What happened?

On board a fishing vessel, there are many potential sources of fire. Some causes of fire are typical repeat offenders, but fire may also arise from more unexpected causes. We recently received a report regarding a smaller fire on a fishing vessel resulting from an explosion in the cabin. The roof hatch in the cabin had blown open, and the crew could see tongues of flame coming from the opening. Fortunately, there were no people in the cabin, and the incident did not cause any personal injury. The cause turned out to be that the gas canister for a sounding horn (purchased from a car equipment supplier) exploded after rolling down onto the heater in the cabin. The safety data sheet for the products states that the pressure vessel must be protected against sunlight and that it must not be exposed to temperatures exceeding 50 °C. The canister must be kept in a dry and cool place and should only be used in well-ventilated places.
We assume that this a special incident, and that such signalling horns do not form part of the regular equipment on most fishing vessels. Nevertheless, it is a reminder to consider all potential sources of fire on board, and to keep this in mind when checking the vessel. Even if the vessel does not carry a signalling horn, other gas canisters or chemicals on board could be flammable and require additional precautions.

Risk of major accidents

During the peak season, fishing vessels lie fender to fender in the fishery ports. A fire on board a vessel may quickly escalate into a catastrophe if it spreads to nearby vessels. We know how fast a fire can increase, and some vessels are made of extremely flammable materials, and a fire may turn into a flashover in the course of minutes. This is why it is essential that the company assumes responsibility for having fire prevention on board.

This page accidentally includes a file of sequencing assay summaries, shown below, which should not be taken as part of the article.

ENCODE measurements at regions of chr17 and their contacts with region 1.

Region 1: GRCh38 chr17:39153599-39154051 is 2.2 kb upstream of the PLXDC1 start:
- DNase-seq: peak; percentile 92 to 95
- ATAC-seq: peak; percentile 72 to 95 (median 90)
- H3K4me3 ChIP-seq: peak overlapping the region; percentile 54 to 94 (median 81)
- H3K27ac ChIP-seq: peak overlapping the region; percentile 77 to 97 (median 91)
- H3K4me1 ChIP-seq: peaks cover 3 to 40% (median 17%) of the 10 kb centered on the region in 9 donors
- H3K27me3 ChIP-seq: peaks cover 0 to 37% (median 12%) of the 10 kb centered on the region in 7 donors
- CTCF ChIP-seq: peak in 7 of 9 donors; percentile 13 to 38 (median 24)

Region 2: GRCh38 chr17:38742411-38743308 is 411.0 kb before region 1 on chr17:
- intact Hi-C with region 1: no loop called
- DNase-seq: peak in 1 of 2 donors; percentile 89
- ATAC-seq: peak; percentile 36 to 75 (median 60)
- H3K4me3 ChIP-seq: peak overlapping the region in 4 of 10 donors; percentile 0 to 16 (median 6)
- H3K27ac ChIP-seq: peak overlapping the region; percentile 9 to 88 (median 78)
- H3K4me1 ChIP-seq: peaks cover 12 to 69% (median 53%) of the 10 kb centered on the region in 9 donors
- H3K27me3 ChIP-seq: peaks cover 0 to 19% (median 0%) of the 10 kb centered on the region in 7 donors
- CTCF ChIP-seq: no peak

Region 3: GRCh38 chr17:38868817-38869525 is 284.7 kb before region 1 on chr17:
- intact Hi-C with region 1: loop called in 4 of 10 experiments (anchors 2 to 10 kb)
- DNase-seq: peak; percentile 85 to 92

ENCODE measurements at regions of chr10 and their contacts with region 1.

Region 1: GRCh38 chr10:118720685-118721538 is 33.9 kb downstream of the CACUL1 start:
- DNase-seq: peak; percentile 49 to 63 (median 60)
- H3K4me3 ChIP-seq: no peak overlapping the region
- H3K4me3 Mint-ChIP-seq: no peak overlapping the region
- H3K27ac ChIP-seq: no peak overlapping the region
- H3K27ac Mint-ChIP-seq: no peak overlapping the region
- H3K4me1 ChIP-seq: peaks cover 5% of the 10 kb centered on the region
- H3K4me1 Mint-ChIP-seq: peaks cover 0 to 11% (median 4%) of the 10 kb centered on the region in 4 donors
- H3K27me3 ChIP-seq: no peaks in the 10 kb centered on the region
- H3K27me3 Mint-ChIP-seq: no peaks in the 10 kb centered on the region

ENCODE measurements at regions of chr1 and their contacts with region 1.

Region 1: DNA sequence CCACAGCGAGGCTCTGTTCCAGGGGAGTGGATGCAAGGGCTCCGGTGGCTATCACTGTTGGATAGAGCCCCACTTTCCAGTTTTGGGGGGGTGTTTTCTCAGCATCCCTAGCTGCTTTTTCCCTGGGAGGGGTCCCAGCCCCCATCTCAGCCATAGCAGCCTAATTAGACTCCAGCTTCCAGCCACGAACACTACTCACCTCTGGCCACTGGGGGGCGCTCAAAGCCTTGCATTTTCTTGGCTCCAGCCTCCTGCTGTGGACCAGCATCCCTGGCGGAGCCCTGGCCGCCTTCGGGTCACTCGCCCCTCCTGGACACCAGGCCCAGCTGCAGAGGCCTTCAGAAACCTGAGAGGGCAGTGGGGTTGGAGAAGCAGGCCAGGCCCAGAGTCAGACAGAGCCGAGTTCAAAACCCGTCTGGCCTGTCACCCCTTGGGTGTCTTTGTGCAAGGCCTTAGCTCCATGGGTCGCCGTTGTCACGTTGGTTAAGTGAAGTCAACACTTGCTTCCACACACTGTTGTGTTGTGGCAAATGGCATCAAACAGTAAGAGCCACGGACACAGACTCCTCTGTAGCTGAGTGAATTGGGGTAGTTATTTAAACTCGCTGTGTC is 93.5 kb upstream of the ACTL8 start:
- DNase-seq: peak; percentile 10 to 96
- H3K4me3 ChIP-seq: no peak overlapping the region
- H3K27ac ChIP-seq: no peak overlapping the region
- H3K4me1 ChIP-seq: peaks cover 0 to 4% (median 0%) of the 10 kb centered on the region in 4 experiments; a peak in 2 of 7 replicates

Heaters have in many cases been the cause of fire as a result of being covered or overheated. Quite often, oil-filled heaters and other heaters are used to dry clothes, which is a significant fire risk. Apart from this, the machinery space is the place on board where a fire is most likely to start. Fire-related incidents such as overheating in a turbo, auxiliary engine or defective fans have happened.
Electrical installations are also frequent causes of fire due to short circuits in electrical cables or defects in other electrical equipment.

Lessons learned

It is important that the shipping company pays particular attention to routine maintenance and fire prevention. In addition to routine maintenance, the vessel should be checked visually for potential sources of fire.
The machinery space shall be kept free from oil spillage and oily rags. Oily rags must be kept in a separate container.
Loose equipment that may pose a fire risk must be properly stowed. Electrical cables and components must not be visibly damaged, the fire insulation must be intact, and attachments on oil-carrying pipes must not show any wear and tear, etc.  
Any retrofitting of electrical equipment must be carried out by electrically skilled personnel. Electrical equipment must also be checked at places that are difficult to reach, e.g. under the desk on the bridge. This is a fire risk area. Avoid using extension leads with multiple sockets. Try to remember that a build-up of dust may contribute to generate heat, thus increasing the fire risk.
Make sure that the fire-fighting equipment has been checked and is readily available. Also, be sure to have an emergency preparedness plan in place in case of fire on board. 

References to relevant regulations: